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President Trump became the first president in American history to be impeached twice on January 13, 2021, just over one year after his first impeachment. This article serves as a brief guide to what this impeachment is, why this impeachment is being pushed so close to the end of Trump's term, and what this impeachment means for Trump's future in politics or lack thereof. 

What Exactly is Trump Being Impeached For?

The House of Representatives accused Trump of inciting violence at the Capitol by urging his supporters to "fight like hell" against what he falsely claimed was a stolen election. In response to his remarks at a "Save America" rally, Trump supporters took to the Capitol. The storming of the Capitol resulted in the deaths of 5 people, including a Capitol Police officer.

The House impeached Trump for his role in the Capitol riots and charged him with "incitement of insurrection." House Speaker Nancy Pelosi stated, "we know that the president of the United States incited this insurrection, this armed rebellion, against our country. He must go. He is a clear and present danger to the nation we all love," when she opened the debate over whether to charge the president again.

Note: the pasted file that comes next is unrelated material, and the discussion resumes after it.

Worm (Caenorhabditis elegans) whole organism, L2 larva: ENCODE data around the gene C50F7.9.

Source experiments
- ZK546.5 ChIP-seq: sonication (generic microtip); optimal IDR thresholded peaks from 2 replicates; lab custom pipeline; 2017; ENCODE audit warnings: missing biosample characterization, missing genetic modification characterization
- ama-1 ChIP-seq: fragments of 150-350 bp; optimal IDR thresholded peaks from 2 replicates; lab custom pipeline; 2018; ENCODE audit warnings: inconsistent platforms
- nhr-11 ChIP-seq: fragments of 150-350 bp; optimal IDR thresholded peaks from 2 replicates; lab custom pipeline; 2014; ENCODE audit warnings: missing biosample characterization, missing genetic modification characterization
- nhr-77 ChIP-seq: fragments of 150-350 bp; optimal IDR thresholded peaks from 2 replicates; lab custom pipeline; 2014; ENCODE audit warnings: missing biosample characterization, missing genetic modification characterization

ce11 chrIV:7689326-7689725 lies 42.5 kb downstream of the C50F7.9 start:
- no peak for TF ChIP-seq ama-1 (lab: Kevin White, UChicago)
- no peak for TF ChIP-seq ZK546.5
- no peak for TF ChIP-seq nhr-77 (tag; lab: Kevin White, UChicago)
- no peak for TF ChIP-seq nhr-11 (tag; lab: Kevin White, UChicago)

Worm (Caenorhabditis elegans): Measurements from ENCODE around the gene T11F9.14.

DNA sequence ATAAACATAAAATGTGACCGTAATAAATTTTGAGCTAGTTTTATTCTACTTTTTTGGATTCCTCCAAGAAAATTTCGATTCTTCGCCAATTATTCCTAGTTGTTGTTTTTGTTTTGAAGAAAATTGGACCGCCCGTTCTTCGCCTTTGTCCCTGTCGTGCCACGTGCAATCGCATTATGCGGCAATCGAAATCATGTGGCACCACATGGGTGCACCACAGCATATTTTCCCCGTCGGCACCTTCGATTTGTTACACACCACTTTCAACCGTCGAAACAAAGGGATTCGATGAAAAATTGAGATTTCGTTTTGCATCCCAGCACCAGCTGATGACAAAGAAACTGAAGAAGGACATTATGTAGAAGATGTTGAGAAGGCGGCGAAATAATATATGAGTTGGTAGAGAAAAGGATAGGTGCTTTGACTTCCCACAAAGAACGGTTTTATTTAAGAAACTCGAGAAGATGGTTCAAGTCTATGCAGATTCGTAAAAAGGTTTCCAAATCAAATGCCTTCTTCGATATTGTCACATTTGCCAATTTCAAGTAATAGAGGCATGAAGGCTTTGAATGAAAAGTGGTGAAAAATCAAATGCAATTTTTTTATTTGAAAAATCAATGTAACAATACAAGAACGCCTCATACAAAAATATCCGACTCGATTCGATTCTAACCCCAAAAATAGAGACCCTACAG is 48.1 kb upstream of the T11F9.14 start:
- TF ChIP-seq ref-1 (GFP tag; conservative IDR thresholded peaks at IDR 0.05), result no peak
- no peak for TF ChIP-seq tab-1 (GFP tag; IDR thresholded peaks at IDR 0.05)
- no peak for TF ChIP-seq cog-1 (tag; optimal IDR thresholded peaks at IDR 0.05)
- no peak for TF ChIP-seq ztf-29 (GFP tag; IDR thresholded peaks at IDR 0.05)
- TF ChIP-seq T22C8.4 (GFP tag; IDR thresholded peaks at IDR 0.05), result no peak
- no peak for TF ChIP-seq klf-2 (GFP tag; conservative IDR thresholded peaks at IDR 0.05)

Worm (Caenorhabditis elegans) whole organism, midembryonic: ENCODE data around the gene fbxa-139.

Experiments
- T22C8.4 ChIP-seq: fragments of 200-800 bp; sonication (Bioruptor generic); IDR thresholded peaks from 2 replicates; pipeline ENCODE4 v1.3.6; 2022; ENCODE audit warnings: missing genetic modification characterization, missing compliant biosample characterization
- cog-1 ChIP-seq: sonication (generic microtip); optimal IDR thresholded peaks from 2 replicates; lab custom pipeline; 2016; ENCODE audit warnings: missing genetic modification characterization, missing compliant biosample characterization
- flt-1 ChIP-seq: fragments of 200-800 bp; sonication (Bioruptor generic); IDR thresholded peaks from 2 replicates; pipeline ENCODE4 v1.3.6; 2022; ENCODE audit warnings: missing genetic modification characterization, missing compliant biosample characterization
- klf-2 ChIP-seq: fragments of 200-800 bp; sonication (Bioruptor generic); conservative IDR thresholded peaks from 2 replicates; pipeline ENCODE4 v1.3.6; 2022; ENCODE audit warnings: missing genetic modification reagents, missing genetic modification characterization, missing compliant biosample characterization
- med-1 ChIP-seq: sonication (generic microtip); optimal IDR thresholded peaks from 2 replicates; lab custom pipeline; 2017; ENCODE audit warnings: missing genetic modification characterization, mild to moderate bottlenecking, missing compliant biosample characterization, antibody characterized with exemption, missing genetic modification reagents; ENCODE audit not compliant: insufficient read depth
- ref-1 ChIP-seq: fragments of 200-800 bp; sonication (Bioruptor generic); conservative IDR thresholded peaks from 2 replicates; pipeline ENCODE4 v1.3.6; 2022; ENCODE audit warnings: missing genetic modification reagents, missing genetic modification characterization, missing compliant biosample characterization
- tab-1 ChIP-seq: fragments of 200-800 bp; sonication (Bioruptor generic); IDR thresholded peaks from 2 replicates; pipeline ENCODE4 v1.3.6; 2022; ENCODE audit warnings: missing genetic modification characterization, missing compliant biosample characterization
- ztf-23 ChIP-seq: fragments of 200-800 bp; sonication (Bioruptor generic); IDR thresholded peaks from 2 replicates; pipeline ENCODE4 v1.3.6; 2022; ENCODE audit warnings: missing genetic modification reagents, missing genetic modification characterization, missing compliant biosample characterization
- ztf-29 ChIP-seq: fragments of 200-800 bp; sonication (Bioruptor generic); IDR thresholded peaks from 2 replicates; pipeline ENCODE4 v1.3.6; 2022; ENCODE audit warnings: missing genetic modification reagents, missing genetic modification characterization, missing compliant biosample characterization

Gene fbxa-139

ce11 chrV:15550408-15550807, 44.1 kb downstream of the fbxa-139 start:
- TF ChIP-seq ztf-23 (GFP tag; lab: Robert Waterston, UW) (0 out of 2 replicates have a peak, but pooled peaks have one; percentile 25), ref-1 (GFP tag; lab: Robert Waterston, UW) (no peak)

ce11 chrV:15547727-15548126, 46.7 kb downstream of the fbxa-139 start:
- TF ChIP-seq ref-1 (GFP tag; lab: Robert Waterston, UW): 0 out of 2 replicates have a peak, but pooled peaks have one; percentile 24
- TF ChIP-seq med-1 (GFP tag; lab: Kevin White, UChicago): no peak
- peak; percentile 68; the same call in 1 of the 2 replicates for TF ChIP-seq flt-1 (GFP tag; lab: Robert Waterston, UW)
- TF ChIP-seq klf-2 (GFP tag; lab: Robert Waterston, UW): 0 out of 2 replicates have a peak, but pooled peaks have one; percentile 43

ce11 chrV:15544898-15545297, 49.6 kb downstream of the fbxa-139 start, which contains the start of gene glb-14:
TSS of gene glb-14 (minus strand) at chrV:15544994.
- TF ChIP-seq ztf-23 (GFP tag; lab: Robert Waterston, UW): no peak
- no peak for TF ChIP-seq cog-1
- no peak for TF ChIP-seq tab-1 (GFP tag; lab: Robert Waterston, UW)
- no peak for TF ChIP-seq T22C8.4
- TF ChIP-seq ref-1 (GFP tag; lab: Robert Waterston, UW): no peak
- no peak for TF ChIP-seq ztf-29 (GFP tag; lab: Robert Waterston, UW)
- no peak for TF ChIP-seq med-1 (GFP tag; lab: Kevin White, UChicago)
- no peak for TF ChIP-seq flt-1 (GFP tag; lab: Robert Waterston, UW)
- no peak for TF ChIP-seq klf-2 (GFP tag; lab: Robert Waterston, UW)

Why Impeach Him So Close to the End of His Term?

Trump's second impeachment is being pushed so near the end of his term for a few reasons. If the Senate was able to convict Trump before the end of his term, some of his post-presidential benefits would be revoked. His benefits include a yearly pension of over $220,000 according to the National Taxpayers Union Foundation

An impeachment trial cannot begin until Trump's last full day in office meaning if the Senate does proceed to a trial, Trump would not be removed from an office he no longer holds. If the Senate successfully convicts him, they can vote to ban Trump from seeking office ever again, according to The Wall Street Journal.

What Does This Mean For Trump's Future in Politics?

If the Senate proceeds to a trial and successfully convicts Trump, he can be banned from ever seeking office again. This includes running for president, senate, mayor, or any other public office.

If the Senate does not vote to ban Trump from seeking office again, he will be eligible to run again in 2024, which he has expressed interest in. 


Trump's trial is set to conclude after President-Elect Joe Biden's inauguration next week. His last impeachment trial lasted 21 days.


Emily Rubin

Kennesaw '22

Emily is a senior at Kennesaw State University.
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